Yet even under the Nelson language, abortion is now bracketed as something other than part of a standard health package. Carriers have to be willing to go to the expense of writing separate “abortion” plans just as customers now have to go to the trouble of specifically asking and paying for them out of pocket. Already a number of pro-abortion activists and left-wing blogs are concerned that this will mean the gradual demise of private health coverage for abortion, especially as more and more people and businesses shop for coverage on the exchanges in the coming decades. Abortion coverage, even if not banned outright, will now effectively be stigmatized.

Abortion advocates believe quite rightly that they have lost the battle to have abortion included in the federally regulated standard package of benefits. And yet it will be this standard that over time shapes what constitutes health care in America. If abortion rights supporters could not convince this Congress of the proposition that “abortion is health care, it is hard to see them doing so in the future. The official marginalization of abortion, even though it has come at the cost of this fiscal train wreck becoming law, is a hidden victory for Catholics who care about the sanctity of life.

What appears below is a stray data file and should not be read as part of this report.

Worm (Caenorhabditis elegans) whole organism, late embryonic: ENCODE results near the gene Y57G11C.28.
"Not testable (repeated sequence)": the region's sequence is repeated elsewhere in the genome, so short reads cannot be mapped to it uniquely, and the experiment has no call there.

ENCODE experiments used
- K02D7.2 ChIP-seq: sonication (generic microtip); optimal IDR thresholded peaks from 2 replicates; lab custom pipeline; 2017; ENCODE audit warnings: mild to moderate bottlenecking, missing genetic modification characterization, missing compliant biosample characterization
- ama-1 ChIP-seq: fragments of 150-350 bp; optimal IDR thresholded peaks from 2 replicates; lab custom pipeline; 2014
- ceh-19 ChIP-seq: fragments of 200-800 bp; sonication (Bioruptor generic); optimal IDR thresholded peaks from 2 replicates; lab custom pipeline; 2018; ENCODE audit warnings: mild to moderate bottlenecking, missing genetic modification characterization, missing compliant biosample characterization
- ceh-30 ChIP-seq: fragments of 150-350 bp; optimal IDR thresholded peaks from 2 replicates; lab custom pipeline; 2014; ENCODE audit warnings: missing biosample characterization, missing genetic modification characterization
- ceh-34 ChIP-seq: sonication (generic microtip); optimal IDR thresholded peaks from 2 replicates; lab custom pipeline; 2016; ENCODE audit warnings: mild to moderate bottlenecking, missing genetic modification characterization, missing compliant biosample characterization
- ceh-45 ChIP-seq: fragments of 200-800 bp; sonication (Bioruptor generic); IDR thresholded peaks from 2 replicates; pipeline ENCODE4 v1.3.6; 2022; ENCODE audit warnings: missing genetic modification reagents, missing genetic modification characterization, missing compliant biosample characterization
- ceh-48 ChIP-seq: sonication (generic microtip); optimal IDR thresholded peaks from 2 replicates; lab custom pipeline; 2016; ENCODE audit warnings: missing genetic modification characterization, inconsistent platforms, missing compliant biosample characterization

And this does not even consider the likelihood that pro-lifers will be able to win even tighter Stupak-type restrictions as their strength is certain to increase in Congress in the coming few cycles. Remember that some sixty-four Democrats supported the Stupak Amendment. The fact that a goodly number of these members had high ratings with abortion advocacy groups suggests that many were not pro-life but considered federal abortion subsidies to be a losing issue in their districts. This fact, too, should cause pro-lifers to take heart.